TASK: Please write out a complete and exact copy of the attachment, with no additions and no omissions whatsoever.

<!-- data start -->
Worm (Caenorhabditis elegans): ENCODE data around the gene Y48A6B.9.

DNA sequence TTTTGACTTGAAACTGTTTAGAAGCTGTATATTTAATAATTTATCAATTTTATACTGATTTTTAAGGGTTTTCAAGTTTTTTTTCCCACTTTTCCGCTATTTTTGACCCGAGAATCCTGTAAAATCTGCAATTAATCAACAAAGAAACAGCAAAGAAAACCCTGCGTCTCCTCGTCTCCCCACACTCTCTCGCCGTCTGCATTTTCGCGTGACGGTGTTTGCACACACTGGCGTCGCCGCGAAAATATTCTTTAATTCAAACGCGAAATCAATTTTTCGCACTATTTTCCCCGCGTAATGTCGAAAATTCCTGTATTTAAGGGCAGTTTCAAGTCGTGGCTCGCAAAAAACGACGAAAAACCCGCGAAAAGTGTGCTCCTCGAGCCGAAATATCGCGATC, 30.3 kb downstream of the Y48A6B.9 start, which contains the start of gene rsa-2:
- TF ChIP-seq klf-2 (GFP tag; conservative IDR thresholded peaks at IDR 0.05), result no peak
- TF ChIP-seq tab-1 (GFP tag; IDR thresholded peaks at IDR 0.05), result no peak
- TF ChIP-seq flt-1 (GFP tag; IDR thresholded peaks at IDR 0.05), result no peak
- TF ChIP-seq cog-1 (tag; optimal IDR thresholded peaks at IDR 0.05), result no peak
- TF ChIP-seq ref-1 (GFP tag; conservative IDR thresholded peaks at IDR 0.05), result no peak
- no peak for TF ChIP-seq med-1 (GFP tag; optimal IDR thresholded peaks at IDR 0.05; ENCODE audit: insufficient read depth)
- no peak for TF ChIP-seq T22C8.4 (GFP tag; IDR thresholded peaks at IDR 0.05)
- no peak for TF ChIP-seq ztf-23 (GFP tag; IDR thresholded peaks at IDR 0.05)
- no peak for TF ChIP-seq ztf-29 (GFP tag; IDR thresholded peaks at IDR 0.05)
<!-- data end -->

Worm (Caenorhabditis elegans): ENCODE data around the gene Y48A6B.9.

DNA sequence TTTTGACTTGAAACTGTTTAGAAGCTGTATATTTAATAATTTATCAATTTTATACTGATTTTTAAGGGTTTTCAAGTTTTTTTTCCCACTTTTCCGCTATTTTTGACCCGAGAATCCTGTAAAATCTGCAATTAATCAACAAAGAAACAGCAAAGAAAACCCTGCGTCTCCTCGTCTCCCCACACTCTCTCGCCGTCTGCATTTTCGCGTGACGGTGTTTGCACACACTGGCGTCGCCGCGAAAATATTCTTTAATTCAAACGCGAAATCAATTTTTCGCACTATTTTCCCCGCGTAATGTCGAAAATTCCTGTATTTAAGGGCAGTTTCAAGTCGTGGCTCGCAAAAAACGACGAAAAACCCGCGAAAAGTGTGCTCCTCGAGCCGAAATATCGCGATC, 30.3 kb downstream of the Y48A6B.9 start, which contains the start of gene rsa-2:
- TF ChIP-seq klf-2 (GFP tag; conservative IDR thresholded peaks at IDR 0.05), result no peak
- TF ChIP-seq tab-1 (GFP tag; IDR thresholded peaks at IDR 0.05), result no peak
- TF ChIP-seq flt-1 (GFP tag; IDR thresholded peaks at IDR 0.05), result no peak
- TF ChIP-seq cog-1 (tag; optimal IDR thresholded peaks at IDR 0.05), result no peak
- TF ChIP-seq ref-1 (GFP tag; conservative IDR thresholded peaks at IDR 0.05), result no peak
- no peak for TF ChIP-seq med-1 (GFP tag; optimal IDR thresholded peaks at IDR 0.05; ENCODE audit: insufficient read depth)
- no peak for TF ChIP-seq T22C8.4 (GFP tag; IDR thresholded peaks at IDR 0.05)
- no peak for TF ChIP-seq ztf-23 (GFP tag; IDR thresholded peaks at IDR 0.05)
- no peak for TF ChIP-seq ztf-29 (GFP tag; IDR thresholded peaks at IDR 0.05)